Browse Precision Agriculture Stories

31 results found for Precision Agriculture
Plant pathology Professor Bob Kemerait talks about peanut diseases during the Georgia Peanut Tour in Midville, Georgia, in 2014. CAES News
Field Guy
When University of Georgia peanut pathologist Bob Kemerait does something, he does it wholeheartedly. A passionate advocate for producers both near his academic home at the University of Georgia Tifton campus and around the world, Kemerait describes himself as “a field guy,” most comfortable among the rows detecting, diagnosing and addressing the myriad diseases and pests that threaten Georgia’s second-largest row crop.
From left, Blake Raulerson, Alton Standifer and Nick Place talk with CAES Ambassadors at the Sunbelt Ag Expo in Moultrie, Georgia. (Photo by Claire Sanders) CAES News
2021 Ag Expo
Following the cancellation of 2020’s event, nearly 90,000 attendees were excited to return to Spence Field for the 2021 Sunbelt Agricultural Expo where they tested out agriculture’s newest technologies, learned about exciting research developments, and interacted with agricultural professionals from across the United States.
Community members can learn more about the opportunites and services provided by UGA's College of Agricultural and Environmental Sciences. CAES News
CAES Outreach
With the harvest season in full swing, October brings the welcome return of two of the largest events of the year for the agricultural and environmental science communities: the Georgia National Fair and the Sunbelt Agricultural Expo.
A drone photo shows turfgrass research plots on the UGA Tifton campus. CAES News
Irrigation Technology
When it comes to taking care of a lawn — whether at home or on a golf course — proper watering makes the difference between a beautiful landscape and a muddy mess. Knowing when and where to water turfgrass can be a tricky process, but thanks to a group of researchers at the University of Georgia and Rutgers University, lawn irrigation could soon be much easier to handle.
A DSSAT training workshop that draws international participation is held on the University of Georgia Griffin campus each year. This year, 35 researchers attended the workshop, held from May 17 to 21, to learn the latest version of the precision agriculture software. CAES News
Decision Support System for Agrotechnology Transfer
Anyone familiar with agriculture knows that a successful harvest largely relies on environmental factors. An especially hot summer with no rain in sight or poor soil quality can cause as many problems as a late cold snap right in the middle of planting season. Often farmers must rely on trial and error to get the best results. But for agricultural scientists, the guessing game can be reduced thanks to a computer software program called Decision Support System for Agrotechnology Transfer (DSSAT).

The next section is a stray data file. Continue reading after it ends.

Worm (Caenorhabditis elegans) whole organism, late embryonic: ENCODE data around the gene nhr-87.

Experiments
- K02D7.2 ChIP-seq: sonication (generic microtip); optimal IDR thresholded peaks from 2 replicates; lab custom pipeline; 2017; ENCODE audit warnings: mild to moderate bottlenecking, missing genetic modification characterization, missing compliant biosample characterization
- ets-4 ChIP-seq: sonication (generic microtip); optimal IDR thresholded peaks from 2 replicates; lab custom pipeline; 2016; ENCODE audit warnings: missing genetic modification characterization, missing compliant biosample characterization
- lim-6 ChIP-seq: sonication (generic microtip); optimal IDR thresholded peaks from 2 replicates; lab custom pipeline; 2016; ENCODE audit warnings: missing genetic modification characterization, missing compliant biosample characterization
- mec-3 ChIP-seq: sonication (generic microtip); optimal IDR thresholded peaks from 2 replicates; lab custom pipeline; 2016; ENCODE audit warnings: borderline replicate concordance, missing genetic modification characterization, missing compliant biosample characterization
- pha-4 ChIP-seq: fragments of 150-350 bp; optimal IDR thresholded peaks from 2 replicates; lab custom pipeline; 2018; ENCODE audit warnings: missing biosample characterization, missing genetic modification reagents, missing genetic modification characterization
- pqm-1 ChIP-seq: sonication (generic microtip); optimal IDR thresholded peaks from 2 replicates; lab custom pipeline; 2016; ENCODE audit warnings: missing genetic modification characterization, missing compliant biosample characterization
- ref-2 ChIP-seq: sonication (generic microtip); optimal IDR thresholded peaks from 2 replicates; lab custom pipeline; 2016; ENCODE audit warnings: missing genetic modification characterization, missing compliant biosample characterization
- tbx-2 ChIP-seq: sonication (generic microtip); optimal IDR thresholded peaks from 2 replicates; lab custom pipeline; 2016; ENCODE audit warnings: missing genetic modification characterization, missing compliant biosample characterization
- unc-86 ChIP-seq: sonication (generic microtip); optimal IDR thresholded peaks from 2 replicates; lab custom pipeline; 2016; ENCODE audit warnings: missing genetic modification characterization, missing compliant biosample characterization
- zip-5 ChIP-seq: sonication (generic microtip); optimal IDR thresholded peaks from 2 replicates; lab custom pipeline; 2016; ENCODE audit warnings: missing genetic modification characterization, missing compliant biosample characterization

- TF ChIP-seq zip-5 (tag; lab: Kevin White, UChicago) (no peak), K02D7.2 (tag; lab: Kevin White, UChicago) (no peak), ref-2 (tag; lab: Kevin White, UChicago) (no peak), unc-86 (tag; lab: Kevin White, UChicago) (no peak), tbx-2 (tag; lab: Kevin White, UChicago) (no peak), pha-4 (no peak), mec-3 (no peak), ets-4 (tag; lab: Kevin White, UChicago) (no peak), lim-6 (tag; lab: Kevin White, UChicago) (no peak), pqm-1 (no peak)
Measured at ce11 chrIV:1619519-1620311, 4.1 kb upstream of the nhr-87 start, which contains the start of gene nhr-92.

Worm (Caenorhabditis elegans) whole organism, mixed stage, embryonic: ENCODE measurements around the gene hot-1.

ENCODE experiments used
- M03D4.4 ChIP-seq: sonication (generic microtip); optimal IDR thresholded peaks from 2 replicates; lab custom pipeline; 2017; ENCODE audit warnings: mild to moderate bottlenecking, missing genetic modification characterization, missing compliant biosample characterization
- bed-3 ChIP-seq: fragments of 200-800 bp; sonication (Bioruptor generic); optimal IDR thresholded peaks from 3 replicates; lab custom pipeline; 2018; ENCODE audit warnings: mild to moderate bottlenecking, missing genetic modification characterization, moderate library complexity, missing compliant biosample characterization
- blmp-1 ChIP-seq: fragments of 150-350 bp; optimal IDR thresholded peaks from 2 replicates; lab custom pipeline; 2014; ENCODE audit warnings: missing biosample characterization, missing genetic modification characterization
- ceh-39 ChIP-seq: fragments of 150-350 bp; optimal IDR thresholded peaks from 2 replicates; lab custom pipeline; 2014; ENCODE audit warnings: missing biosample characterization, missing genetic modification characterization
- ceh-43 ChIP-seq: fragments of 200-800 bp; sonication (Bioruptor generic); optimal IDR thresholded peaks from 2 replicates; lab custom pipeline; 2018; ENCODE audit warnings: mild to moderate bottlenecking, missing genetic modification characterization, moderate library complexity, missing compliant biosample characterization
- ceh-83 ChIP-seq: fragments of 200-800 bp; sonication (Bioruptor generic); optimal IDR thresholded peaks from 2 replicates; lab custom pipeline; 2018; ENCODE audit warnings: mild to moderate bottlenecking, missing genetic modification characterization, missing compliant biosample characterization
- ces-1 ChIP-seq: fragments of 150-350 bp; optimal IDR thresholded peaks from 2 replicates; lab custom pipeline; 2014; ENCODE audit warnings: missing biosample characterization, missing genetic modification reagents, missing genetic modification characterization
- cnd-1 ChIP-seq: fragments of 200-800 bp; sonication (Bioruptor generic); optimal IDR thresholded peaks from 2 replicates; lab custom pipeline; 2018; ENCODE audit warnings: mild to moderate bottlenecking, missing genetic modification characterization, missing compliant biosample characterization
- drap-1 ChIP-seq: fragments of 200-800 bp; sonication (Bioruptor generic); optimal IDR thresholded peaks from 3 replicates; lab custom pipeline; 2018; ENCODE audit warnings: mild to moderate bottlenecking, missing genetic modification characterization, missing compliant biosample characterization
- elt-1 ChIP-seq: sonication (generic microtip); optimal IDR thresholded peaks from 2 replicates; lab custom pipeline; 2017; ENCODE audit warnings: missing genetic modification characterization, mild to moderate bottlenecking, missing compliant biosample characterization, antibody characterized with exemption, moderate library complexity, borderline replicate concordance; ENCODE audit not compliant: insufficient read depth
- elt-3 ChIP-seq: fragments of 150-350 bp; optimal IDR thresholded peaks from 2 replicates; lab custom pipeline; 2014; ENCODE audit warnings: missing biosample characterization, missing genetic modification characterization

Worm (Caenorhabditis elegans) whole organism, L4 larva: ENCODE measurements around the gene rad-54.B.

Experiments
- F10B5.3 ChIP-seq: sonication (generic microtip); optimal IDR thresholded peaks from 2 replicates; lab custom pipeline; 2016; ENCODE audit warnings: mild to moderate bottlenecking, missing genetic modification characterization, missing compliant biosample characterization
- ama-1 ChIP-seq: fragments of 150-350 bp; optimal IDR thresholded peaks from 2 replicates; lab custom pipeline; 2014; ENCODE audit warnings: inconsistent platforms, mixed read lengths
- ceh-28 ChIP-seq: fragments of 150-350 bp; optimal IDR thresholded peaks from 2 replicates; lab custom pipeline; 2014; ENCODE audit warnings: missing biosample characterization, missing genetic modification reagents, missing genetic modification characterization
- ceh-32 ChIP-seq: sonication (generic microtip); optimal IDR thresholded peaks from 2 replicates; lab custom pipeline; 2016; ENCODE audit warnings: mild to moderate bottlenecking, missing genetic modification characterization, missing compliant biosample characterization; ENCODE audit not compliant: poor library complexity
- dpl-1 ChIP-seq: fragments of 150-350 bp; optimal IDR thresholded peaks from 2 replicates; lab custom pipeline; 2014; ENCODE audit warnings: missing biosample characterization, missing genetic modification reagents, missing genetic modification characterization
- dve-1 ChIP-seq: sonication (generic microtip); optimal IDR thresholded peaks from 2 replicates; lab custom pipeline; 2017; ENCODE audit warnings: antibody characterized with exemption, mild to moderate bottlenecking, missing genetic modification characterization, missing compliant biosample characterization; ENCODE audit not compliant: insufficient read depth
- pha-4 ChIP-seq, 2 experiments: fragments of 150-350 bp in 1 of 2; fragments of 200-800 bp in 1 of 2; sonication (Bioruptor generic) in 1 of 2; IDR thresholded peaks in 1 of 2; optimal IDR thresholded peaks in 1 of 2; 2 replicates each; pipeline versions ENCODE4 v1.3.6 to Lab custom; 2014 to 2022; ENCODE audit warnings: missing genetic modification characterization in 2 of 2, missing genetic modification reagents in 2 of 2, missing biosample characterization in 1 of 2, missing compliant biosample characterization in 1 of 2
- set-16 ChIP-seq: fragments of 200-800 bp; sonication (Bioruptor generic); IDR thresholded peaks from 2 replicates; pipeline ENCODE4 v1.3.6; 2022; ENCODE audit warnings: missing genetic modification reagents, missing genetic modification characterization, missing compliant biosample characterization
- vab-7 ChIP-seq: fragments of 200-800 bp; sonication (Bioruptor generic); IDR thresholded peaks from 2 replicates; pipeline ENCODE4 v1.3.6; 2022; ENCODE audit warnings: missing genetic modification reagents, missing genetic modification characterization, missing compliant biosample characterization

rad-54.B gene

In this study, researchers examined the effects of using planter downforce technology in cotton fields with varying soil textures in differing regions across south Georgia. CAES News
Controlling Force
Due to high consumer expectations, farmers and agricultural producers are constantly under pressure to deliver their products at higher yields for cheaper prices. This may seem like an impossible combination of demands, but University of Georgia Cooperative Extension researchers are developing precision agriculture methods to make the planting process more efficient for farmers while protecting profits.
Simerjeet “Simer” Virk, who has served as a research engineer in the UGA’s College of Agricultural and Environmental Sciences since 2016, took on a new role Aug. 1 as assistant professor and Extension precision agriculture specialist on UGA’s Tifton campus. CAES News
Precision Ag Specialist
Georgia producers have a new precision agriculture resource to enhance productivity on their farms.
Governor Brian Kemp recognized Lee Nunn of Madison, Georgia, as the 2020 Farmer of the Year on July 8, 2020. CAES News
2020 Farmer of the Year
Lee Nunn of Madison, Georgia, planted his first wheat crop on 50 acres of his wife’s family farm when it became available to rent just over a dozen years ago. He quickly realized his passion for farming and began renting more land, now growing wheat, soybeans, field peas, corn and cotton on more than 1,500 acres.
UGA College of Agricultural and Environmental Sciences Department of Horticulture's Professor Marc van Iersel, right, is leading an interdisciplinary team which hopes to integrate new lighting technologies, big data and better growing practices to reduce energy costs in greenhouses and plant factories. CAES News
Start-up
The illuminated light bulb. It’s the symbol of a great idea come to life.
This yield map shows a field with cotton with different amounts of yields produced. CAES News
Yield Maps
A cotton farmer who uses yield maps while he finishes harvesting this year’s crop could potentially increase his yields next season while becoming more efficient with input costs, according to University of Georgia Precision Agriculture Specialist Wes Porter.